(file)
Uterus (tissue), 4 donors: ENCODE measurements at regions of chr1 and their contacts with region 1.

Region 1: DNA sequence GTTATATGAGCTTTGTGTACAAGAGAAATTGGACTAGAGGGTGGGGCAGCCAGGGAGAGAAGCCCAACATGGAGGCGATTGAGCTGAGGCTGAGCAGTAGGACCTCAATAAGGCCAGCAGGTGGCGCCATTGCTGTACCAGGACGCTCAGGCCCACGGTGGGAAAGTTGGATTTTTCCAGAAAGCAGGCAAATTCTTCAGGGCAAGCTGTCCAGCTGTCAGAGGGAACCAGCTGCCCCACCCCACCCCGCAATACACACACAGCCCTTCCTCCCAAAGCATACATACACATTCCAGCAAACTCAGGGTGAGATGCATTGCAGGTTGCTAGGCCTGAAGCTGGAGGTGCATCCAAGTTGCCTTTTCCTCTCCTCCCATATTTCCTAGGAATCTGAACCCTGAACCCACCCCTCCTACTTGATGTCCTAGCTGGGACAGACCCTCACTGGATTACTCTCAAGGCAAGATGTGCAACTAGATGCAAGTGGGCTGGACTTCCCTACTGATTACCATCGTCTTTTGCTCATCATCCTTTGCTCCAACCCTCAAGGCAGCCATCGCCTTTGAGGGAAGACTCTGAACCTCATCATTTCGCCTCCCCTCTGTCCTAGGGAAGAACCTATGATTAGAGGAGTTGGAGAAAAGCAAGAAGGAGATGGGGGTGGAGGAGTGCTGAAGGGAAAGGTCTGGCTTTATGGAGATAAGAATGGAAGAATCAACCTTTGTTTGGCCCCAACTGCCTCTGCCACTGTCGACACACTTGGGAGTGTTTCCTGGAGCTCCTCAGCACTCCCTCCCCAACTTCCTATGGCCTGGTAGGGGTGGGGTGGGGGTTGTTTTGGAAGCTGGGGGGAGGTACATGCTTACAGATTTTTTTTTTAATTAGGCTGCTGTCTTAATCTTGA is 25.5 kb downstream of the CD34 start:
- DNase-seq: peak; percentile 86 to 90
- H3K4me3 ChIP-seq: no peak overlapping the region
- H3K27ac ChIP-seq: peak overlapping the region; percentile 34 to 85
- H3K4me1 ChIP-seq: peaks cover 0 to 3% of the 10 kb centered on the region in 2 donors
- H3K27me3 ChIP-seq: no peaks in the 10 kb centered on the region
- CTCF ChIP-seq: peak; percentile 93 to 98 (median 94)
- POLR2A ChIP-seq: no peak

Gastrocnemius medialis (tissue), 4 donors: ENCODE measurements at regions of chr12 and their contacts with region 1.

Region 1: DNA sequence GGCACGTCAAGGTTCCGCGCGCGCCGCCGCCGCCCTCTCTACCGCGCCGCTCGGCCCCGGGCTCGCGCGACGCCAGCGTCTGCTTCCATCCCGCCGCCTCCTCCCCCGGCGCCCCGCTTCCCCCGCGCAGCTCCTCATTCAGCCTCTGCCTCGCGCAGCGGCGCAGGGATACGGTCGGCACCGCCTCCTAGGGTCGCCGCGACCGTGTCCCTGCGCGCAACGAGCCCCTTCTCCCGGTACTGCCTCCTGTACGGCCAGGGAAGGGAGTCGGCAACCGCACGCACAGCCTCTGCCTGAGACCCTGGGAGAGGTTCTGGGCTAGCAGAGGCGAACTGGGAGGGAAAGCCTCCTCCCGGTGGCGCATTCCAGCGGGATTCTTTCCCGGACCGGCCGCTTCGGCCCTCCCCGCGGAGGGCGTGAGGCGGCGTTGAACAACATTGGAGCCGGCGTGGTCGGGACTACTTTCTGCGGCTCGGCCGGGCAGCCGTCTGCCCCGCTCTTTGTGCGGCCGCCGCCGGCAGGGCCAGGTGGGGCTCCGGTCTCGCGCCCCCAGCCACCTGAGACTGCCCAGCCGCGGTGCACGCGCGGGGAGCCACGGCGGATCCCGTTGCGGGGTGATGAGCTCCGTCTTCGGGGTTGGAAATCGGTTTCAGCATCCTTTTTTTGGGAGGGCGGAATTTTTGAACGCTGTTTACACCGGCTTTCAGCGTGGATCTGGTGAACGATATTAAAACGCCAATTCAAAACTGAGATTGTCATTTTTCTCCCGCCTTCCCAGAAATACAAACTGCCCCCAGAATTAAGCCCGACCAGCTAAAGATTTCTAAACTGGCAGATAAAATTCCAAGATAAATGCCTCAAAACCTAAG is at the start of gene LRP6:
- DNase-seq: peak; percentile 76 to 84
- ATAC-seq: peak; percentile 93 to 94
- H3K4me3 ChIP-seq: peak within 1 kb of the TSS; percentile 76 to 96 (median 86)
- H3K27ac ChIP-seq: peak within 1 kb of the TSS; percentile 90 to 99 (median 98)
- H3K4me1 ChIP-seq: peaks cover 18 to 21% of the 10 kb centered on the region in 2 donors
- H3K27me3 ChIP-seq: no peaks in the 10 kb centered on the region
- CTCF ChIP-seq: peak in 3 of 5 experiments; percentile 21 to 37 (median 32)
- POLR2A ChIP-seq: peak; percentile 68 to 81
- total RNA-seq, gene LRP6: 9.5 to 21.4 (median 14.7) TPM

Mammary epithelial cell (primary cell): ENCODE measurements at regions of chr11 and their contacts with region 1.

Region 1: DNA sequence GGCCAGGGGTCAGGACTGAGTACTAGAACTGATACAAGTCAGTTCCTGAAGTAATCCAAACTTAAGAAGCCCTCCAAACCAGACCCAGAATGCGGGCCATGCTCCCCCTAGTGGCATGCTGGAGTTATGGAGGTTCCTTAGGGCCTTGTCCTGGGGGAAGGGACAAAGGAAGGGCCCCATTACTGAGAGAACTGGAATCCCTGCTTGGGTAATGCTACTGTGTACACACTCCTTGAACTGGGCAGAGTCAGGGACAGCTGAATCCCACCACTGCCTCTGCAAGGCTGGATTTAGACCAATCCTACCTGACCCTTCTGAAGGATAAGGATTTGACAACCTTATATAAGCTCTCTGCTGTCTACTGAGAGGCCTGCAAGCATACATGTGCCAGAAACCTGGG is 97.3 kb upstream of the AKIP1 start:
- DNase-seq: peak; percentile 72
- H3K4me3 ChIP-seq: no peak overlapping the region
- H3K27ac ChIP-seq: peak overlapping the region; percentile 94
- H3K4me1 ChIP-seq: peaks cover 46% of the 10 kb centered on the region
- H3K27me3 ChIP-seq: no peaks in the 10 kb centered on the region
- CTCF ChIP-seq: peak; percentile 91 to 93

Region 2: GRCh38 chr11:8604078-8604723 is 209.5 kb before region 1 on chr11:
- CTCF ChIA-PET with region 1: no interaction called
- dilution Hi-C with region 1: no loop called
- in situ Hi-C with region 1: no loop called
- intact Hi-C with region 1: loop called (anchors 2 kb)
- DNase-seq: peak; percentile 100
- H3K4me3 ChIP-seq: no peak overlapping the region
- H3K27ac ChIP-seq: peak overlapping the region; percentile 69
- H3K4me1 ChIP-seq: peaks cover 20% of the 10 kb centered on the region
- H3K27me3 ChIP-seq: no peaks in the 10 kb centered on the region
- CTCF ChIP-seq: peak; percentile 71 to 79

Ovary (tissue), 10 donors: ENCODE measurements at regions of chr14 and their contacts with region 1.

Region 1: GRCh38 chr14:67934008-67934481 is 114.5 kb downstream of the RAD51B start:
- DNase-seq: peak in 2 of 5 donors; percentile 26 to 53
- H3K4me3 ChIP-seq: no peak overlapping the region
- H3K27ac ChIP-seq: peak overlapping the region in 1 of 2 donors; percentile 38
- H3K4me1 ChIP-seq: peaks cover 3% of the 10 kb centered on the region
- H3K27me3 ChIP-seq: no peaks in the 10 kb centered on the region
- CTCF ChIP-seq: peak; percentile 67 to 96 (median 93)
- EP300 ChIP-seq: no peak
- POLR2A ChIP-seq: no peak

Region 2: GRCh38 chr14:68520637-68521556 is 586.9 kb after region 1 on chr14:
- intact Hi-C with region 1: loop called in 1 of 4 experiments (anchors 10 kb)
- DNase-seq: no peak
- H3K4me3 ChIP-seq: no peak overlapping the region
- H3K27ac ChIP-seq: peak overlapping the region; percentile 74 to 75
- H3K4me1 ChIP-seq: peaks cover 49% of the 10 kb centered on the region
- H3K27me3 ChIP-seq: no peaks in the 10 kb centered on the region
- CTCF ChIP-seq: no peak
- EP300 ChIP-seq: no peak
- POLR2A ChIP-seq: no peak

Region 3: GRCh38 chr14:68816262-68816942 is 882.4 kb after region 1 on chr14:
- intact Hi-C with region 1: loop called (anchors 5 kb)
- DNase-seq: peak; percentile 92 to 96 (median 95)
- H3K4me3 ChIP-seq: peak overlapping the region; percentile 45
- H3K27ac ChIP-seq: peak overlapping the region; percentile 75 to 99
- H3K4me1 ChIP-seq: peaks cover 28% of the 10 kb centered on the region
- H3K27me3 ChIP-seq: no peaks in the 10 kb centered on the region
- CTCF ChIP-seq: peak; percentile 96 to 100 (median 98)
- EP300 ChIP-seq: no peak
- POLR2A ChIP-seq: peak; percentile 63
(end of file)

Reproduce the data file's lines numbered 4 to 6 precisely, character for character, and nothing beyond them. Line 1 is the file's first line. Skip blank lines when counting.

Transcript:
- H3K4me3 ChIP-seq: no peak overlapping the region
- H3K27ac ChIP-seq: peak overlapping the region; percentile 34 to 85
- H3K4me1 ChIP-seq: peaks cover 0 to 3% of the 10 kb centered on the region in 2 donors